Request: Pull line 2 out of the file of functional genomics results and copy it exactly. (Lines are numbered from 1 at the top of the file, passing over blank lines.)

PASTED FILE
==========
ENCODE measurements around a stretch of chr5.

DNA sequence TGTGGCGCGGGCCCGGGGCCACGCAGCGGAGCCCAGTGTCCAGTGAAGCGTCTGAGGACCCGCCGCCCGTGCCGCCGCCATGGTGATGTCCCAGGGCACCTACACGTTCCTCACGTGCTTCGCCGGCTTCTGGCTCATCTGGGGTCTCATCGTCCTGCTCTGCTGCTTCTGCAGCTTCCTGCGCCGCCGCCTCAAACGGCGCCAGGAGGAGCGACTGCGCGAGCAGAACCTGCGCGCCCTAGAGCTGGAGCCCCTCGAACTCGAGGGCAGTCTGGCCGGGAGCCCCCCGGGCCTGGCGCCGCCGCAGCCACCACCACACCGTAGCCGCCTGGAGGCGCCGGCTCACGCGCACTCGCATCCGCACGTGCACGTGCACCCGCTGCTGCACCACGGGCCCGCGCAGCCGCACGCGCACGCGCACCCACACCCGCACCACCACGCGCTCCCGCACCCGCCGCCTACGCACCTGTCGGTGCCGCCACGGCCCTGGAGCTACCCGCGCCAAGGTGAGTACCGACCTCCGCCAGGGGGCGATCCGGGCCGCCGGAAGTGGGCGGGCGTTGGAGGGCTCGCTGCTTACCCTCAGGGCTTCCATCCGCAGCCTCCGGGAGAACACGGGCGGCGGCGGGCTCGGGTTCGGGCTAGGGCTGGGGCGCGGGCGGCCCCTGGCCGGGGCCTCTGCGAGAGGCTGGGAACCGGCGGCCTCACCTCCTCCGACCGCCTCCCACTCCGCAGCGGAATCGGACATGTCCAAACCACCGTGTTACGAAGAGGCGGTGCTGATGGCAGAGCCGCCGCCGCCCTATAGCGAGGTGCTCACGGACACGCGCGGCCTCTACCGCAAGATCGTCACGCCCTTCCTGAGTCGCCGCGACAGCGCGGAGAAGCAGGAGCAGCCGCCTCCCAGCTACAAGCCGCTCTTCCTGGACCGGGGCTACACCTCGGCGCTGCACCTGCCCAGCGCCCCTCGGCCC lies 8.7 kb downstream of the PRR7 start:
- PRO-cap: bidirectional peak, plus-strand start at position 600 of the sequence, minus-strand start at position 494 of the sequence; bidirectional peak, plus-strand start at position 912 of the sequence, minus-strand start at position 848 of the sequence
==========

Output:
DNA sequence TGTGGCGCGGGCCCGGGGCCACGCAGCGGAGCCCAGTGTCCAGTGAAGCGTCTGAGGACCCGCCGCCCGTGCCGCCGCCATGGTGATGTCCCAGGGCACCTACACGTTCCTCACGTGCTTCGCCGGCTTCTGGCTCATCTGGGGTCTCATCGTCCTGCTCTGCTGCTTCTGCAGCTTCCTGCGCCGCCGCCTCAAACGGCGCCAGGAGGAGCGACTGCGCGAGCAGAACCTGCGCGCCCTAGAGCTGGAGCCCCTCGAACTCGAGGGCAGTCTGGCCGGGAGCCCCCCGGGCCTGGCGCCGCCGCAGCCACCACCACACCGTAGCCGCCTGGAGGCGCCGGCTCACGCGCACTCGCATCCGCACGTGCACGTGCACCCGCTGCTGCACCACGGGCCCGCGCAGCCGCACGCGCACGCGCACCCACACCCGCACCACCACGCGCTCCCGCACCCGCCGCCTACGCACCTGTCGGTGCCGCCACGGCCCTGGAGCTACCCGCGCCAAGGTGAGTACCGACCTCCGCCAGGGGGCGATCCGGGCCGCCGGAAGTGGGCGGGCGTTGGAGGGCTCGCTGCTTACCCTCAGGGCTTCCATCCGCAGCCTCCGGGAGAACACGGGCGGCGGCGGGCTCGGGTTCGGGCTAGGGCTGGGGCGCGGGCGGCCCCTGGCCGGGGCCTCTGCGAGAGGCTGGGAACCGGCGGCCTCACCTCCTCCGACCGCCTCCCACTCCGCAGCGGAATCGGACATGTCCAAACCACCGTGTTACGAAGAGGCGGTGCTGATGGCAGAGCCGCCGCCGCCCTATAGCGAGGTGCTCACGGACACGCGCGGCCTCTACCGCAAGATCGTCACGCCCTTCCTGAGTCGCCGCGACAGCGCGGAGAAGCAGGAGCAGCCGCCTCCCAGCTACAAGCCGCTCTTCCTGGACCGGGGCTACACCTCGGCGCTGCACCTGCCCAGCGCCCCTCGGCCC lies 8.7 kb downstream of the PRR7 start: